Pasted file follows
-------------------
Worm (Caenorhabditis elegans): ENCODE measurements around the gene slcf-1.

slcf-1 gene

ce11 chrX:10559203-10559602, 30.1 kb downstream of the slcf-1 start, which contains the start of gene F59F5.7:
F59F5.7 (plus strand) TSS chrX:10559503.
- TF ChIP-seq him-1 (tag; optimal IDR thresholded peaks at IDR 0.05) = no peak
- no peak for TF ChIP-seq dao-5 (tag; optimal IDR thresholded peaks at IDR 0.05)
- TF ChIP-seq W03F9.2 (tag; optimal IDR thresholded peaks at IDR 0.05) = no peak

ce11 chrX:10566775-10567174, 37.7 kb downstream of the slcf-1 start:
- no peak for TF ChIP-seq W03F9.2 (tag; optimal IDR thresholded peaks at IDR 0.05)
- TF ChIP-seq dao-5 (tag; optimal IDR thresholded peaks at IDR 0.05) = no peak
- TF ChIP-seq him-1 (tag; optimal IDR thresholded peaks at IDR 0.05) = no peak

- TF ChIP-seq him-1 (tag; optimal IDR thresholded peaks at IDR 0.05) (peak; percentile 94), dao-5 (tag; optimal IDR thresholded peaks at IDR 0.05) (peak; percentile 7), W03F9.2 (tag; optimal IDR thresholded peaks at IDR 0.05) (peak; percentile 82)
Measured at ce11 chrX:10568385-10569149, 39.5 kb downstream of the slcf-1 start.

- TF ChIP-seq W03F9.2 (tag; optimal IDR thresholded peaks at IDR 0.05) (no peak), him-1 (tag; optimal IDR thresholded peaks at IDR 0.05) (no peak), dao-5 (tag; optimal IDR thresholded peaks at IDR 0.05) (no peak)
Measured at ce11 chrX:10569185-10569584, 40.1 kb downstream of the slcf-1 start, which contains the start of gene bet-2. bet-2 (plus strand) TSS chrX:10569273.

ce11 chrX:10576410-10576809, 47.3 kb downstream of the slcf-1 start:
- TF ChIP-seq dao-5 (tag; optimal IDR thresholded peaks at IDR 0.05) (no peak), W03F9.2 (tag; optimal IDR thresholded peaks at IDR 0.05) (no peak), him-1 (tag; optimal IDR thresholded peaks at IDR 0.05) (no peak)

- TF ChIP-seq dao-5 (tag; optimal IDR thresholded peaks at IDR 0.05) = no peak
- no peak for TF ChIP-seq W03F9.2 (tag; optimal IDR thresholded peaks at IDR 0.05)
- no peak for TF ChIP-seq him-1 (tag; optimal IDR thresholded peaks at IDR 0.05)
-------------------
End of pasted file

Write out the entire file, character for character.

Worm (Caenorhabditis elegans): ENCODE measurements around the gene slcf-1.

slcf-1 gene

ce11 chrX:10559203-10559602, 30.1 kb downstream of the slcf-1 start, which contains the start of gene F59F5.7:
F59F5.7 (plus strand) TSS chrX:10559503.
- TF ChIP-seq him-1 (tag; optimal IDR thresholded peaks at IDR 0.05) = no peak
- no peak for TF ChIP-seq dao-5 (tag; optimal IDR thresholded peaks at IDR 0.05)
- TF ChIP-seq W03F9.2 (tag; optimal IDR thresholded peaks at IDR 0.05) = no peak

ce11 chrX:10566775-10567174, 37.7 kb downstream of the slcf-1 start:
- no peak for TF ChIP-seq W03F9.2 (tag; optimal IDR thresholded peaks at IDR 0.05)
- TF ChIP-seq dao-5 (tag; optimal IDR thresholded peaks at IDR 0.05) = no peak
- TF ChIP-seq him-1 (tag; optimal IDR thresholded peaks at IDR 0.05) = no peak

- TF ChIP-seq him-1 (tag; optimal IDR thresholded peaks at IDR 0.05) (peak; percentile 94), dao-5 (tag; optimal IDR thresholded peaks at IDR 0.05) (peak; percentile 7), W03F9.2 (tag; optimal IDR thresholded peaks at IDR 0.05) (peak; percentile 82)
Measured at ce11 chrX:10568385-10569149, 39.5 kb downstream of the slcf-1 start.

- TF ChIP-seq W03F9.2 (tag; optimal IDR thresholded peaks at IDR 0.05) (no peak), him-1 (tag; optimal IDR thresholded peaks at IDR 0.05) (no peak), dao-5 (tag; optimal IDR thresholded peaks at IDR 0.05) (no peak)
Measured at ce11 chrX:10569185-10569584, 40.1 kb downstream of the slcf-1 start, which contains the start of gene bet-2. bet-2 (plus strand) TSS chrX:10569273.

ce11 chrX:10576410-10576809, 47.3 kb downstream of the slcf-1 start:
- TF ChIP-seq dao-5 (tag; optimal IDR thresholded peaks at IDR 0.05) (no peak), W03F9.2 (tag; optimal IDR thresholded peaks at IDR 0.05) (no peak), him-1 (tag; optimal IDR thresholded peaks at IDR 0.05) (no peak)

- TF ChIP-seq dao-5 (tag; optimal IDR thresholded peaks at IDR 0.05) = no peak
- no peak for TF ChIP-seq W03F9.2 (tag; optimal IDR thresholded peaks at IDR 0.05)
- no peak for TF ChIP-seq him-1 (tag; optimal IDR thresholded peaks at IDR 0.05)